Viewable Ads

A new year, a new start for display advertising. Since the rise of RTB — and I have been in it for four years this January — we have been talking about more accountability in display, more like search, less waste and so on. Hence, I thought of a post addressing viewability, but it drifted a bit into a general trends discussion.

Search is still number one in terms of conversions and in terms of intent. People who search for “red shoes” usually are looking for exactly that. However, in display, we make them aware of “red shoes”. We are higher up the sales funnel: prospecting. We show them a product they might have not thought of before, and they see the ad, they see the brand name, and later convert through search. We call that “post-view conversions”.

We are counting post-view conversions in RTB with a 30-day conversion window. Yet, should we not be a little bit smarter and focus only on post-click conversions? Even post-click 30 days doesn’t mean someone was interested when clicking; it just shows that someone clicked to find out more. The real intent, similar to search, would be “post-click, single-session conversion” which hardly ever works in display.



So in that sense, even in performance campaigns, display is in the upper funnel and essentially a branding tool: with the difference that branding display budgets are predominantly on premium sites, taking the environment of the ad into consideration.

With that in mind, we still want to look at viewability, trying to answer the question whether anyone has actually seen the ad that converted the user? Google Adwords now offers "viewed" ads only for sale. And viewability becomes more of a thing to look out for in regards to ad effectiveness. The idea is to rid the industry of never-seen ads below the fold that then contribute to the post-view attribution, thanks to cookie bombing. Last cookie wins.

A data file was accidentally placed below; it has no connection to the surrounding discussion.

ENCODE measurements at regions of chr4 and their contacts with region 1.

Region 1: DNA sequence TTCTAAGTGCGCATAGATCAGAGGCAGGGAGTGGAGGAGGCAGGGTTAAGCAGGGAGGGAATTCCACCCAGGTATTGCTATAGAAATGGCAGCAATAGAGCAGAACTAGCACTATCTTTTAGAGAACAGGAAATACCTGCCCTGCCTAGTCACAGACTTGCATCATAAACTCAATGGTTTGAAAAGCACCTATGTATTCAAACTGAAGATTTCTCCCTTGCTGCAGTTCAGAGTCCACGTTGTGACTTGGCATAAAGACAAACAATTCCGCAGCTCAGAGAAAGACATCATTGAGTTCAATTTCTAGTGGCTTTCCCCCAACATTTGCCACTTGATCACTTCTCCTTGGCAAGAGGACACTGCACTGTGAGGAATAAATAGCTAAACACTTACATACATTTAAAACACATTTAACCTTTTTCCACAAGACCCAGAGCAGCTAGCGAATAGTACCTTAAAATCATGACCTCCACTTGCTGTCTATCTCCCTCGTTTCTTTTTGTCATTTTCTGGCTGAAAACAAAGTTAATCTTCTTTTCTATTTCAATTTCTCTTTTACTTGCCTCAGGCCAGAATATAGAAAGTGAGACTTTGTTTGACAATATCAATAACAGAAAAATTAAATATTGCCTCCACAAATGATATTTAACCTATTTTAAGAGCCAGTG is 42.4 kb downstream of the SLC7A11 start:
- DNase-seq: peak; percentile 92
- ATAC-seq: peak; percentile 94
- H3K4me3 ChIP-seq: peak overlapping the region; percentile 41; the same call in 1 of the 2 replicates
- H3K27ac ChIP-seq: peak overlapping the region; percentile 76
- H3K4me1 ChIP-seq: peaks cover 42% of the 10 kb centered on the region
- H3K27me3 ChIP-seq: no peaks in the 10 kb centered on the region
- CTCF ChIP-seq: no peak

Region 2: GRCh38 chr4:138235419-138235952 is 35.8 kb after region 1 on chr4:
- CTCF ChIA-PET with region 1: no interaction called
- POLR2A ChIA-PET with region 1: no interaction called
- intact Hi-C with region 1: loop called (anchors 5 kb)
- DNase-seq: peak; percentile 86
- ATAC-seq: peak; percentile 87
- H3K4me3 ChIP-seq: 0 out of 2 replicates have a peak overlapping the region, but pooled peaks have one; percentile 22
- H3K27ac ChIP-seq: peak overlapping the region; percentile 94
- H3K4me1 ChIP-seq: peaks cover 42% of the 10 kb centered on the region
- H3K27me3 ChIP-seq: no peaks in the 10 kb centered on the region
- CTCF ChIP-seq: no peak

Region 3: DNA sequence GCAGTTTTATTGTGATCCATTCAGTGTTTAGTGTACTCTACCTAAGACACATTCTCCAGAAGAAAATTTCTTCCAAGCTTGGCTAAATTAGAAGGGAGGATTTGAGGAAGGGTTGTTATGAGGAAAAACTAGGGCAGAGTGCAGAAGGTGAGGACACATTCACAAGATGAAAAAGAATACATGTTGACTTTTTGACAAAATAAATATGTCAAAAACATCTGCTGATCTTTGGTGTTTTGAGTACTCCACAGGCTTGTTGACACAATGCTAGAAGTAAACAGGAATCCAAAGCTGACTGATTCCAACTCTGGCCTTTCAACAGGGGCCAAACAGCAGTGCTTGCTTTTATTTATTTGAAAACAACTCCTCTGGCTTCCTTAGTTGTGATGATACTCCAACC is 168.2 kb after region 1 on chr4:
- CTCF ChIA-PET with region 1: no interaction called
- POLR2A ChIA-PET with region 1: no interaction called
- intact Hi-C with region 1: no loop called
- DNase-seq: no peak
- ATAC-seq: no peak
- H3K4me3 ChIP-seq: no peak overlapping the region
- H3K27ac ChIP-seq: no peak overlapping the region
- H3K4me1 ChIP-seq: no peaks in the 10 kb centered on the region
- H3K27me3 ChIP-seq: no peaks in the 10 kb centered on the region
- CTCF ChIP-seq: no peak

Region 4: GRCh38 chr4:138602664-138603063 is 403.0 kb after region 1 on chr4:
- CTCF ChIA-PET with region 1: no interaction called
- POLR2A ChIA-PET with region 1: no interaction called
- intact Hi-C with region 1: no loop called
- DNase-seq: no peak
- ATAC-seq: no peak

Only a year ago comScore suggested that 50% of all online ads go unseen. That is insane to think that 50% of your media budget is wasted. Would that mean, in turn, that your ROI needs to be halved? No surprise that the claim of the technologies to improve conversions is paying off. Even if they are half wrong, then this would still improve by 50%, wouldn’t it?

The bottom line is that there is only one way to be sure: buy publisher direct, discuss the placement and check. If you go RTB, you might end up below the fold based on inaccurate self classification or you might be able to improve it by allowing third-party providers to measure it. That increases your CPM ever so slightly, your ROI is increased in line and, if they are half right, half wrong, then it is still a better result. Simple math, isn't it?

In conclusion it comes back to the same old story of media. How can you really make it accountable? Is display worth its money away from premium sites? Is RTB really increasing efficiency by showing the right ad to the right user and at the right time. And is it seen?

To measure all that effectively and accurately will still take some time. I am confident that the lower CPMs you are paying in RTB make up for the short-fall of unseen ads. That, in combination with viewability technology, will allow for greater targeting and more ROI than before.

It doesn’t solve the other issues, whether viewed ads should contribute towards your acquisition or whether they should go into the branding budget, even if not on premium sites, and if the traffic is human and so on ... but that is maybe for another time. 

So what should we think about display in 2014 when discussing performance and accountability of display?

1 comment about "Viewable Ads".
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  1. Andy Evans from OnScroll Limited, January 28, 2014 at 9:17 a.m.

    Publishers have a choice of solutions such as to help them overcome viewability issues. Buyer also have the ability to safely buy via RTB on viewable exchanges either powered by OnScroll or using filtering techniques from other viewability solutions.

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